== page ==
Courtesy of Clint Spaulding
Isabel Jones
Sep 08, 2017 @ 6:45 pm

For a few minutes, as models strut down the runway in the season’s most glamorous creations, a fashion show becomes a scene of breathtaking perfection. But those who call Fashion Week work will tell you that the lead-up and aftermath can be chaotic, mundane, and downright absurd. We’ve asked industry pros, from a front-row photographer to a fashion house intern, exactly what the week is like for them.

Here, Front Row Fashion Photographer Clint Spaulding details his typical New York Fashion Week day. Come back all week for more insider perspectives.

Courtesy of Clint Spaulding

7-8 a.m. – Time to Wake Up

I’m an early riser, just in general—I don’t get a lot of sleep. I like to get a few hours in here.

9 a.m. – Arrive at First Show

I like to get there an hour before the scheduled start time, because you have to get in line, and there’s a lot of checking in. There’s a lot of red tape to go around to get into the show, so you need to get in early, you need to know who you’re going to talk to. Sometimes it’s not always clear. You’lll be standing in a line, and get to the front of the line and they go, “No, you need to go talk to that person over there…” There’s a lot of miscommunication and things happen all the time during fashion week. I really try to make sure—like ask a few people exactly where I need to go. So yeah, it can be early in the morning.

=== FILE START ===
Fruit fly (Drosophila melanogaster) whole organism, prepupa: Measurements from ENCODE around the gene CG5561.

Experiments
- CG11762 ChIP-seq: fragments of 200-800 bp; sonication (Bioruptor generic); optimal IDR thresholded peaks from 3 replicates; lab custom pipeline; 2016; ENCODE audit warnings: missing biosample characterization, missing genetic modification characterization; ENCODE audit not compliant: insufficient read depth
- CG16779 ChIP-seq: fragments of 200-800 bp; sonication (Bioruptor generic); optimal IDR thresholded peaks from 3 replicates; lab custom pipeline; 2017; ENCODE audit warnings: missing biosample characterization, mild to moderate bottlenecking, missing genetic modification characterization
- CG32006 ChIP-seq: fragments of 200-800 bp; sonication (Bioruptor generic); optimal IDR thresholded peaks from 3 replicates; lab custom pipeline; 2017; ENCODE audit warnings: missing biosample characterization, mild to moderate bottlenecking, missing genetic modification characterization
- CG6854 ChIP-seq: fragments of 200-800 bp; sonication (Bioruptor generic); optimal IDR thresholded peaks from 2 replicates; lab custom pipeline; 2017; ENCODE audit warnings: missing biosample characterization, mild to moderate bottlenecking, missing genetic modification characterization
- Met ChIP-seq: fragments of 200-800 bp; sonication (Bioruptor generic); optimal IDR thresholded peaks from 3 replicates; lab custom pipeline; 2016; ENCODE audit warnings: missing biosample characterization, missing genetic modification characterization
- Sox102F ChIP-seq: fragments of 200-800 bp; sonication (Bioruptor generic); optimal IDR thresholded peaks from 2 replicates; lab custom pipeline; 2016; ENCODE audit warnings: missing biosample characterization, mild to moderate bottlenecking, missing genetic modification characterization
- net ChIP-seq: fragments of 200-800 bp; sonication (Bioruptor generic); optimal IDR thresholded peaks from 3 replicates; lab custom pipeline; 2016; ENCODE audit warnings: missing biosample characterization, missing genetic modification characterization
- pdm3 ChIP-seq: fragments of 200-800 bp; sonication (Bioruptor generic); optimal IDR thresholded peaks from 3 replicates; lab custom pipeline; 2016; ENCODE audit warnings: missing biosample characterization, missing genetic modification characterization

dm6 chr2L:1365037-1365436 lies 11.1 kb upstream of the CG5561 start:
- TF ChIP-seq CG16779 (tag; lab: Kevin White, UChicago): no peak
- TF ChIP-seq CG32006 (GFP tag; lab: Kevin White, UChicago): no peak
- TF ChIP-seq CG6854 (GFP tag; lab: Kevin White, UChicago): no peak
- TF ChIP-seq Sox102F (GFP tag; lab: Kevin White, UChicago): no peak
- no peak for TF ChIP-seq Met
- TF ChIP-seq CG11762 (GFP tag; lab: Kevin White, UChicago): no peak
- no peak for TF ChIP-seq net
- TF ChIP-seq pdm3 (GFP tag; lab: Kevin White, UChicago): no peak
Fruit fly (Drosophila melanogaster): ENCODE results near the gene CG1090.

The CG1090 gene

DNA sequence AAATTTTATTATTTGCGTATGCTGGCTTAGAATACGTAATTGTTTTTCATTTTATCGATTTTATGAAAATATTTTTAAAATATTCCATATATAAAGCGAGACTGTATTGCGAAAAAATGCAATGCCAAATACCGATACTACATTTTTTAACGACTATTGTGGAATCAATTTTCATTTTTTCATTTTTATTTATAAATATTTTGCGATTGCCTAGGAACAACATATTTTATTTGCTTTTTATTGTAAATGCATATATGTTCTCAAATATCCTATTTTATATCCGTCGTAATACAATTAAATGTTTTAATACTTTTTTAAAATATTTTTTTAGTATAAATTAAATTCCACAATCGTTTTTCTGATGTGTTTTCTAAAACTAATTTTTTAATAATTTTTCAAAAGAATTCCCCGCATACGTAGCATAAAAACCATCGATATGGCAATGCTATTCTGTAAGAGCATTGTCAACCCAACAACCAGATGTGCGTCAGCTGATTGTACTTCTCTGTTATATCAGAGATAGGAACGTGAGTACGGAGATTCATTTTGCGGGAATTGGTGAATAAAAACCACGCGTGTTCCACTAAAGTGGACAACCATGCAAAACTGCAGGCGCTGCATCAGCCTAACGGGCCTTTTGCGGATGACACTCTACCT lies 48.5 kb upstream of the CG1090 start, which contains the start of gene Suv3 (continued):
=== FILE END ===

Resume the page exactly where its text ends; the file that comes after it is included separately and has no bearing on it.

It was either last fashion week or the one before—I was shooting and Kylie Jenner came. I’m there waiting with a group of photographers, and she comes and she stands and poses, happily. Some people don’t seem to be comfortable or like it, but I think Kylie’s good at taking pictures—she seems comfortable taking photos. She’s very calm. I can only imagine it must be crazy sometimes for people, but she handles it very well. So anyway, I take her picture, and as I’m standing nearby she asks to see it, I show it to her, and she’s very happy, like “Oh, it looks great”—that’s the main interaction I seem to get.

10 a.m. – First Show Is About to Begin

Once you can see sort of the makeup and hair part is wrapped up, and they’re moving and they’re kind of talking about everyone getting into first looks, all the outfits—that’s when I move to the front of the house—where all the guests are and the runway, and basically you just see who’s sitting in the front row, and then you take the pictures of the notables, the editors, socialites, the “bright young thangs.”

At some point, security will come and basically tell everyone, “Leave, show’s about to begin.” And you can kind of linger, if you still need to. Sometimes a big name will come late and they’ll kind of keep holding the show, but they’ll try to make the press leave.

It can get really crowded on the runways, and it can make it seem more like a thing than it is—especially because of social media. I started shooting front row maybe 2006 or so, and now fast-forward 11 years to today and there’s just so many more people on the runway trying to get photos—clearly for social media. I think that puts the organizers and security in a weird position, because they need to keep the runway clear, but you can’t really—it’s harder for them to telecast, “please go to your seat,” than it is to move press around or tell press to leave or whatever. It’s a hard situation. Some places are just really, really crowded.